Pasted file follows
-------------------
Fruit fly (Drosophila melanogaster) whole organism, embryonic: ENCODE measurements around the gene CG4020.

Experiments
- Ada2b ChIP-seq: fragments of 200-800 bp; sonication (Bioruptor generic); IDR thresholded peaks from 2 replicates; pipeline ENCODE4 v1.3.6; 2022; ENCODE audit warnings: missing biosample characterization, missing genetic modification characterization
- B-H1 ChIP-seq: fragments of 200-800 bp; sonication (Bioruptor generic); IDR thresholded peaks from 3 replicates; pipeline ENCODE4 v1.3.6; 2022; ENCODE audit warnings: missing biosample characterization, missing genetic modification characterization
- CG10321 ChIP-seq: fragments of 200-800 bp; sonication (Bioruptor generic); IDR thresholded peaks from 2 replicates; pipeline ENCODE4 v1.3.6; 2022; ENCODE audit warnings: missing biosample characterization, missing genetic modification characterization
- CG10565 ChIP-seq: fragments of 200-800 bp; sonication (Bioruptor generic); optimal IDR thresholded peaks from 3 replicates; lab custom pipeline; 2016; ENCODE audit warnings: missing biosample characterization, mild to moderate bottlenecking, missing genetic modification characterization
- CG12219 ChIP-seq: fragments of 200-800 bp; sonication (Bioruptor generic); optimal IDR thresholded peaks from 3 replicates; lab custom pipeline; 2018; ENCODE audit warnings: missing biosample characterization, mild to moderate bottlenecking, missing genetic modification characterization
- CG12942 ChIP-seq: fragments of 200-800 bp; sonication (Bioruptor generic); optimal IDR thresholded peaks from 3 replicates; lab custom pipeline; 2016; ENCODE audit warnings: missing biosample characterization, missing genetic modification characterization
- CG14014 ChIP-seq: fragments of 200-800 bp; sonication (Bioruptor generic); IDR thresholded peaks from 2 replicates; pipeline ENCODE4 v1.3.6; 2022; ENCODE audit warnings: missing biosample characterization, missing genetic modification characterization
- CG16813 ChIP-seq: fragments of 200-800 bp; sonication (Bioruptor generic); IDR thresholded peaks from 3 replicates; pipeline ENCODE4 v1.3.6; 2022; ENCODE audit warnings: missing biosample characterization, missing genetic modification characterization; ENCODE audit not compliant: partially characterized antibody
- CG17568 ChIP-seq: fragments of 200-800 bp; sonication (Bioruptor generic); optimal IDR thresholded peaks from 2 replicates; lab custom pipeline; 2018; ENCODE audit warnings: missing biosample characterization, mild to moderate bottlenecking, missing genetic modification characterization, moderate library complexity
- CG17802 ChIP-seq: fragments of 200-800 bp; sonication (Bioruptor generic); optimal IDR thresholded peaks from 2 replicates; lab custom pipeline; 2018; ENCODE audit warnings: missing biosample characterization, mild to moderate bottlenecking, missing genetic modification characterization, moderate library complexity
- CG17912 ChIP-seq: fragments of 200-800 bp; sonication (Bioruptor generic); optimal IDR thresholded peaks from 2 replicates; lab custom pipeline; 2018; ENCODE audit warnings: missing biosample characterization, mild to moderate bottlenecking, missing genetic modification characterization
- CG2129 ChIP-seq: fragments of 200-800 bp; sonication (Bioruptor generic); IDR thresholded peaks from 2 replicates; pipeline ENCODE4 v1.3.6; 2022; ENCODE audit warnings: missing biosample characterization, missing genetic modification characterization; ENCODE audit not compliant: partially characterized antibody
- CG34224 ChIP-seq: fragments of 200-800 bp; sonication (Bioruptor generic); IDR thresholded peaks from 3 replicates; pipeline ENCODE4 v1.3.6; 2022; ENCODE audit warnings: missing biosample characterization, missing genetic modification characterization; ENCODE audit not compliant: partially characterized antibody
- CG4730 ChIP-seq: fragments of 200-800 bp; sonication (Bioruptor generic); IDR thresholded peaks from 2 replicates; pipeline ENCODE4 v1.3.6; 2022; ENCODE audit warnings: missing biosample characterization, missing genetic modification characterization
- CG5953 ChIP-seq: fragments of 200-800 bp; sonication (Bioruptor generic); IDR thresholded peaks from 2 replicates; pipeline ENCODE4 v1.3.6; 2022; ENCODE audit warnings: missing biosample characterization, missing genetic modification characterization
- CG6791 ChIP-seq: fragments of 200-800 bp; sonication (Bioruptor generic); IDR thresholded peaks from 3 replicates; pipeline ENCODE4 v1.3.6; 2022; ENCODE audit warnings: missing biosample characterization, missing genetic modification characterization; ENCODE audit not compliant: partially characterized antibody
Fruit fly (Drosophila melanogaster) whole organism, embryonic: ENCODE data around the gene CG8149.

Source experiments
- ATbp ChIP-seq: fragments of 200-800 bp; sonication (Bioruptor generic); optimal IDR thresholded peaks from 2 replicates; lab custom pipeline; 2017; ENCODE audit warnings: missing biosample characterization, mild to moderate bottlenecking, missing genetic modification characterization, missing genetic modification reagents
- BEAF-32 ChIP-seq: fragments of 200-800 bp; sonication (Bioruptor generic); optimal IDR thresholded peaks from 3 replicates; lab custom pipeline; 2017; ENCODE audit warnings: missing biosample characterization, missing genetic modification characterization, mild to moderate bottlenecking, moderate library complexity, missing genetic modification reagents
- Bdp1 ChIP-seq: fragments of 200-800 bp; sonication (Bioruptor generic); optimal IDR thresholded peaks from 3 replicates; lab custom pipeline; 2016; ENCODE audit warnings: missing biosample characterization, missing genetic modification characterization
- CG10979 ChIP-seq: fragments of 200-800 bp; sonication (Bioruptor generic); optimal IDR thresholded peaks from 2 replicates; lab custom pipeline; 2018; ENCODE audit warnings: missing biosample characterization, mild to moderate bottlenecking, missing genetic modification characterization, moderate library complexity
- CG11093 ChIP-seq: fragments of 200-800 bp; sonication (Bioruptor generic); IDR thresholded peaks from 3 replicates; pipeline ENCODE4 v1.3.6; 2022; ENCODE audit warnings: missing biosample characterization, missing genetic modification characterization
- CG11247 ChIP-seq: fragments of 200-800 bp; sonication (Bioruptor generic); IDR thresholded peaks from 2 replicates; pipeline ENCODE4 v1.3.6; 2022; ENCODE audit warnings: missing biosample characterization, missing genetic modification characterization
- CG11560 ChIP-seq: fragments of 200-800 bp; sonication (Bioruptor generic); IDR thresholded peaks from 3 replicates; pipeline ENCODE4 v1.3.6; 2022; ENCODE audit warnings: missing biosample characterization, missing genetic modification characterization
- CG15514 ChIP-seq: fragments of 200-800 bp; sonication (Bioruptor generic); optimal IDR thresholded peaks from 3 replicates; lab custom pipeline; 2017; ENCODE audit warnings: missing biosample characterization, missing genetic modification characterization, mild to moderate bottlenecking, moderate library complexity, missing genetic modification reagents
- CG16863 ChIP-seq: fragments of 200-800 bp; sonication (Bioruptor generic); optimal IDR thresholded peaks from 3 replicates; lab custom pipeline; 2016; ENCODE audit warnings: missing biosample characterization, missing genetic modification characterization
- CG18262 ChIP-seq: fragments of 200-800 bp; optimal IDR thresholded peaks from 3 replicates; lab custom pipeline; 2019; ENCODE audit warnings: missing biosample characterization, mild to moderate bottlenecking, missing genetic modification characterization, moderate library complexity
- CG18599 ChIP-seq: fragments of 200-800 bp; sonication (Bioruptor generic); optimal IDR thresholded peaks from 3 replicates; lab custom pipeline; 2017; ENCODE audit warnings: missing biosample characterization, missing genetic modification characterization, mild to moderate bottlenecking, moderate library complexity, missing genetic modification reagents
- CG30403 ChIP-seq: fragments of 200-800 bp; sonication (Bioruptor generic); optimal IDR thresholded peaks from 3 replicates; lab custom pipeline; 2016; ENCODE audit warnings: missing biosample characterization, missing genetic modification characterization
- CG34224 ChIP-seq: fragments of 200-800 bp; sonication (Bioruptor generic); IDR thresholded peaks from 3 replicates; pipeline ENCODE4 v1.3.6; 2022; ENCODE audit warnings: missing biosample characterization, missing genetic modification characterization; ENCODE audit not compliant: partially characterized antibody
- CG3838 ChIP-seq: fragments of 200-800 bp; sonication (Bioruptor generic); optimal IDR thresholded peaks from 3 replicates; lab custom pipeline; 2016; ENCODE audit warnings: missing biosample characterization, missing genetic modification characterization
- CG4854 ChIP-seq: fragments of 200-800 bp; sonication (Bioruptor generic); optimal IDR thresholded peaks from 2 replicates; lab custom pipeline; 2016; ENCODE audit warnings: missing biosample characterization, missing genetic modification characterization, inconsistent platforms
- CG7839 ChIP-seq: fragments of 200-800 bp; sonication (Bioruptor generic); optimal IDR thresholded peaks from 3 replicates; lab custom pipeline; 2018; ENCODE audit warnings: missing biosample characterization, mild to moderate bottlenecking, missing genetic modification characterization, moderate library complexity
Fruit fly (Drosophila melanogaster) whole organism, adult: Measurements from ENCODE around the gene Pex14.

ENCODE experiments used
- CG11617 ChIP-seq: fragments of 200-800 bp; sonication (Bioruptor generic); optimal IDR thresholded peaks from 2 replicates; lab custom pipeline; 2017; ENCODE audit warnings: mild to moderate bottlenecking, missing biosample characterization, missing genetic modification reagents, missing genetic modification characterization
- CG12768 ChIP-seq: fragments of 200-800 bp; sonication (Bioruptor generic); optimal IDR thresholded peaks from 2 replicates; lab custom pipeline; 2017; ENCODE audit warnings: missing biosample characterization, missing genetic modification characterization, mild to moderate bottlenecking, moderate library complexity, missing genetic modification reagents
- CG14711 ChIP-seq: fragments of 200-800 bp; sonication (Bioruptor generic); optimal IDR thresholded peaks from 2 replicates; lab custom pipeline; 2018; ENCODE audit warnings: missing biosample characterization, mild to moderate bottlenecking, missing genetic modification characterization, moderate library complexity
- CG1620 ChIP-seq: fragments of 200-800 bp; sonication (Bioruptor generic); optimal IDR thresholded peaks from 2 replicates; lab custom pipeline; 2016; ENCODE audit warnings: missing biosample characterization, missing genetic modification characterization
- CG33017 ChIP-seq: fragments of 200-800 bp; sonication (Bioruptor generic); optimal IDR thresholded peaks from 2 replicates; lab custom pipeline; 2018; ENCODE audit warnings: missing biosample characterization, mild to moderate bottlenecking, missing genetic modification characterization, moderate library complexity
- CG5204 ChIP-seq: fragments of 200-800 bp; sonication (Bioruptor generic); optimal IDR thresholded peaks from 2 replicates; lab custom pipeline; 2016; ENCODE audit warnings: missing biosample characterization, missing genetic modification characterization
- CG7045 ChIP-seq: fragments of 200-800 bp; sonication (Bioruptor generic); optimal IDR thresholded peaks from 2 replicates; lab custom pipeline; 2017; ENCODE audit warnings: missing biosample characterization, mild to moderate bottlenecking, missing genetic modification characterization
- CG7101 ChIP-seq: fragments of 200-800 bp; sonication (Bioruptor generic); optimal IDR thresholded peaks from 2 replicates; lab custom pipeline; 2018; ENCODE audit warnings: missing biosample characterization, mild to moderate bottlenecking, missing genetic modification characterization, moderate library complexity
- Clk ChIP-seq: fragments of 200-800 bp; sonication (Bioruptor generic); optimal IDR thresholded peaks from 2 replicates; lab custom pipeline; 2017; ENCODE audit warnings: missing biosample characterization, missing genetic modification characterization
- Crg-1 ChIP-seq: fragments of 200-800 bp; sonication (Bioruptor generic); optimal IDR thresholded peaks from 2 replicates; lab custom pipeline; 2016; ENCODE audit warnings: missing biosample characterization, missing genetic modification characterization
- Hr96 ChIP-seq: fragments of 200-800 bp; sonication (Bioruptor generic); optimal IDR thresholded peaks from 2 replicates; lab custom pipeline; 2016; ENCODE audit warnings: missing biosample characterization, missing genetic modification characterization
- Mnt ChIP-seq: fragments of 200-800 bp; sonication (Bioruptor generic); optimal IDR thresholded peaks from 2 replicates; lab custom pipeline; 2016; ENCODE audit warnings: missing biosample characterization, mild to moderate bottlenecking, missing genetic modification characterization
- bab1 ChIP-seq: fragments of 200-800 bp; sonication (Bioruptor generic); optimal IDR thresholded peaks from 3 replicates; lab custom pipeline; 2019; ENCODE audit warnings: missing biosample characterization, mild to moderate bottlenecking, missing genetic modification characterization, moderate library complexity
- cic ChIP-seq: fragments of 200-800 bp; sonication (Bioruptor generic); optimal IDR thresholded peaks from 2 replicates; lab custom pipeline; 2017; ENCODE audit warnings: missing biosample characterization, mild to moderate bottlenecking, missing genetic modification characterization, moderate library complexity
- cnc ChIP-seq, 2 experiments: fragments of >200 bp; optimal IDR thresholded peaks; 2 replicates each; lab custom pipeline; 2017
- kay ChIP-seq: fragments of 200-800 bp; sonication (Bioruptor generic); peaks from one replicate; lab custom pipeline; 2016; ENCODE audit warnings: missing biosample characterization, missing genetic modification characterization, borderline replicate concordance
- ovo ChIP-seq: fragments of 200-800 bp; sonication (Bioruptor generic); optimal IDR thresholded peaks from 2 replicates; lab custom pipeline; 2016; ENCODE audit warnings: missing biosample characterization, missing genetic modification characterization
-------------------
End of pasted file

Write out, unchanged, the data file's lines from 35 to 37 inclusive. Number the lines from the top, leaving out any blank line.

- CG4854 ChIP-seq: fragments of 200-800 bp; sonication (Bioruptor generic); optimal IDR thresholded peaks from 2 replicates; lab custom pipeline; 2016; ENCODE audit warnings: missing biosample characterization, missing genetic modification characterization, inconsistent platforms
- CG7839 ChIP-seq: fragments of 200-800 bp; sonication (Bioruptor generic); optimal IDR thresholded peaks from 3 replicates; lab custom pipeline; 2018; ENCODE audit warnings: missing biosample characterization, mild to moderate bottlenecking, missing genetic modification characterization, moderate library complexity
Fruit fly (Drosophila melanogaster) whole organism, adult: Measurements from ENCODE around the gene Pex14.